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Clemson

Still high off last year’s surprising mid-season turnaround and Peach Bowl victory, Clemson, with 14 returning starters, expects to build off last year’s momentum in Death Valley.

“We have to be more consistent from one season to the next,” said head coach Tommy Bowden, who is in his sixth year at the helm. “The way we finished last year, some people are putting the ‘Clemson’s Back’ headline on our season. We won’t be back until we show more consistency.”

Among the returning starters is quarterback Charlie Whitehurst, the offensive catalyst for the past two seasons. During those years, Whitehurst put up monster numbers. He is only the second quarterback in ACC history to record 5,000 yards before the end of his sophomore year.

With coaches favoring the passing game, the offense rests almost entirely on Whitehurt’s right arm, but this season the signal caller will be without his favorite targets from last year. Clemson lost its top two receivers to the NFL, and Airese Currie will step into the primary receiving role. To match last year’s passing game, the Tiger will have to develop young wide receivers to keep Whitehurt’s options open.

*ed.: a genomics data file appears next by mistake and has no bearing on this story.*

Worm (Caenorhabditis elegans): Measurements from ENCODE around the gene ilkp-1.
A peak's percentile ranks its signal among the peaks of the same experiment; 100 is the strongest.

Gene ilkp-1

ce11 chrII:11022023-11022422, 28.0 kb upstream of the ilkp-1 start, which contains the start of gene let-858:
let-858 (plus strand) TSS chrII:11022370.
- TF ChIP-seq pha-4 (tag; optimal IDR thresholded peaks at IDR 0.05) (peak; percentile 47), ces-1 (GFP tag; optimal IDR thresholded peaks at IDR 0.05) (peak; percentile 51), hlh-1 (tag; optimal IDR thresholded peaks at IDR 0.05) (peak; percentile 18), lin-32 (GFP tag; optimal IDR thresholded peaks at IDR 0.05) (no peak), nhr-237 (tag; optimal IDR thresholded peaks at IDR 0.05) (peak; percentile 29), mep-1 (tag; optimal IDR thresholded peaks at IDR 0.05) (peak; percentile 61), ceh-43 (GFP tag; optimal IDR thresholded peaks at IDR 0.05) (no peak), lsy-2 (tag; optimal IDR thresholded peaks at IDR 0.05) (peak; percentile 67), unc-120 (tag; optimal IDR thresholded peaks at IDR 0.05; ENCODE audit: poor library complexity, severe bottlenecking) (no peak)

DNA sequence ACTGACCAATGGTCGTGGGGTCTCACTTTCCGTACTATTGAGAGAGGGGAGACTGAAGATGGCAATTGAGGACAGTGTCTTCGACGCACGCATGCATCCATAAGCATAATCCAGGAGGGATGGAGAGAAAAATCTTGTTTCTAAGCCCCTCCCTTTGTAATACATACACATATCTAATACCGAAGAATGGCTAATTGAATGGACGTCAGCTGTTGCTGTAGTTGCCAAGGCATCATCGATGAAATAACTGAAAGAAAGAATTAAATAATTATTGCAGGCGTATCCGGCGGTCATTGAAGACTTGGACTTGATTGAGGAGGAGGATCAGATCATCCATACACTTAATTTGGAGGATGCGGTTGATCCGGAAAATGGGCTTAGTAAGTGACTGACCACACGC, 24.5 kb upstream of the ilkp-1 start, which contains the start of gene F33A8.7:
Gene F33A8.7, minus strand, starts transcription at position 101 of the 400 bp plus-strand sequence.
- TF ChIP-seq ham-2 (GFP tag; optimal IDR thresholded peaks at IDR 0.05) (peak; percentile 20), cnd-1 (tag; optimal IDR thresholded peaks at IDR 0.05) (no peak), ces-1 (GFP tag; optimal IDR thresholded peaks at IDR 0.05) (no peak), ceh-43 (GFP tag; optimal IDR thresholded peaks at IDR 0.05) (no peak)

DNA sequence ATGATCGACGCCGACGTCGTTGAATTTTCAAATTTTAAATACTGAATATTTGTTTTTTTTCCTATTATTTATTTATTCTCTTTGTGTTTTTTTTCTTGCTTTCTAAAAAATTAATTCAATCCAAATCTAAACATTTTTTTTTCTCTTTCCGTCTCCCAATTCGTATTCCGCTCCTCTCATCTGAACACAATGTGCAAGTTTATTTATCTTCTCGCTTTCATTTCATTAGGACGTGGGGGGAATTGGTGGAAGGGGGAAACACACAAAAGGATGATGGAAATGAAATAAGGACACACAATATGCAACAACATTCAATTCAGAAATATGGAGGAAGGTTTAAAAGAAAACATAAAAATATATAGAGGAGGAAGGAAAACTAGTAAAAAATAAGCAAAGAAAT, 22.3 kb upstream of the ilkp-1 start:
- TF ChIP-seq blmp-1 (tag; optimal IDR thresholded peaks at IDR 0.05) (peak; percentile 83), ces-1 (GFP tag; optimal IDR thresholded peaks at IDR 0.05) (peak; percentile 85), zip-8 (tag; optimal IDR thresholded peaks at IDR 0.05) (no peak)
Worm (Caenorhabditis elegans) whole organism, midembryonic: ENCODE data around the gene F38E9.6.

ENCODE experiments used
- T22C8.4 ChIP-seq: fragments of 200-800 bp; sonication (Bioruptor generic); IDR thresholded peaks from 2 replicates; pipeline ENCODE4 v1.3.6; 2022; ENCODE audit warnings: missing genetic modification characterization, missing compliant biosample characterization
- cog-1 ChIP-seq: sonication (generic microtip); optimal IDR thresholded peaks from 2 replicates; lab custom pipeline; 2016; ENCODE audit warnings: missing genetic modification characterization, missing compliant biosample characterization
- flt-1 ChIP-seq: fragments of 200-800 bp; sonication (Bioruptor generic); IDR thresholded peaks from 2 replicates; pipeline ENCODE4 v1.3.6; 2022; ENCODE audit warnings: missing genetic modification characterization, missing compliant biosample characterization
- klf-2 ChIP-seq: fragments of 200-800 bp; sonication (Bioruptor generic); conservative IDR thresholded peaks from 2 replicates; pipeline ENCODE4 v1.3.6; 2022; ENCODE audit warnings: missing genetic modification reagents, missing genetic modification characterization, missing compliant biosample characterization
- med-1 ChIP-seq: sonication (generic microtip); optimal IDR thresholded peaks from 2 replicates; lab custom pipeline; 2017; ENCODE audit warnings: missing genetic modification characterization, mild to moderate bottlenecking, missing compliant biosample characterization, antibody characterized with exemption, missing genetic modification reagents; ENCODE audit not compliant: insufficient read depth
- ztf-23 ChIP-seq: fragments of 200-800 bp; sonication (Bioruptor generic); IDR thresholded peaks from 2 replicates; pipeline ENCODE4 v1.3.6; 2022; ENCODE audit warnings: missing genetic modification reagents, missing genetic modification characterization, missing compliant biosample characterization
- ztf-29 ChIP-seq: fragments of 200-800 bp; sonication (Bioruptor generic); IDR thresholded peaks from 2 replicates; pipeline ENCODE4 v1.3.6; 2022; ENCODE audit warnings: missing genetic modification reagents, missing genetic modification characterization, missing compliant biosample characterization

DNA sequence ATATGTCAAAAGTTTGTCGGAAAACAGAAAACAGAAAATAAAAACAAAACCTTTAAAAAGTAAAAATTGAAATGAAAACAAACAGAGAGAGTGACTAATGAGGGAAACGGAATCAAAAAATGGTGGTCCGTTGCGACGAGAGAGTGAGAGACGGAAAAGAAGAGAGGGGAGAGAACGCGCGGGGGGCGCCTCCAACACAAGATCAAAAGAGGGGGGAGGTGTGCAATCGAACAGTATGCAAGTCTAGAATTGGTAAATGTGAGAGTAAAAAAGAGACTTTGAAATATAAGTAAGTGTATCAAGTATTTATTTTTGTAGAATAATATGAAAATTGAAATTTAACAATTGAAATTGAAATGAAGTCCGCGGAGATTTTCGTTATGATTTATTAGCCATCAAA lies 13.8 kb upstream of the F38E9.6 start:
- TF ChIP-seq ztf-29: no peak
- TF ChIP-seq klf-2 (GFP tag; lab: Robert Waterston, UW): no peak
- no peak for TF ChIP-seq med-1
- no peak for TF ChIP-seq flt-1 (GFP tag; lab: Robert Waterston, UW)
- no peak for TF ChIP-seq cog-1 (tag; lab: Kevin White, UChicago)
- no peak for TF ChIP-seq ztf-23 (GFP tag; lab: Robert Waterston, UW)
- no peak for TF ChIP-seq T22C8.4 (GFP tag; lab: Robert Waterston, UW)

Clemson hopes to have two options on the ground, but, at least at the start, the Tigers will rely on senior Yusef Kelly. Duane Coleman, the leading ground gainer from a year ago, broke his foot in preseason practice and is expected to return in the middle of the season.

Although Whitehurst and the passing game have been Clemson’s hallmarks in the past, its defense may be the team’s greatest strength in 2004. Highlighted by the No. 2 secondary in the ACC that returns all four starters, the defense should be able to at least contain some of the conference’s juggernaut offensive units.

Any number of individuals are strong candidates for postseason awards including linebacker Leroy Hill who was second in the nation with 27 tackles for loss in a breakout 2003. Part of the celebrated secondary crew is Justin Miller, a candidate for the Thorpe Award given to the nation’s best corner.

The Tigers face what may be the toughest ACC schedule, having to play the league’s top-three teams,—Florida State, Miami and Virginia—on the road. If Clemson fails to fill holes on offense, even its strong defense may struggle to keep last year’s momentum going.

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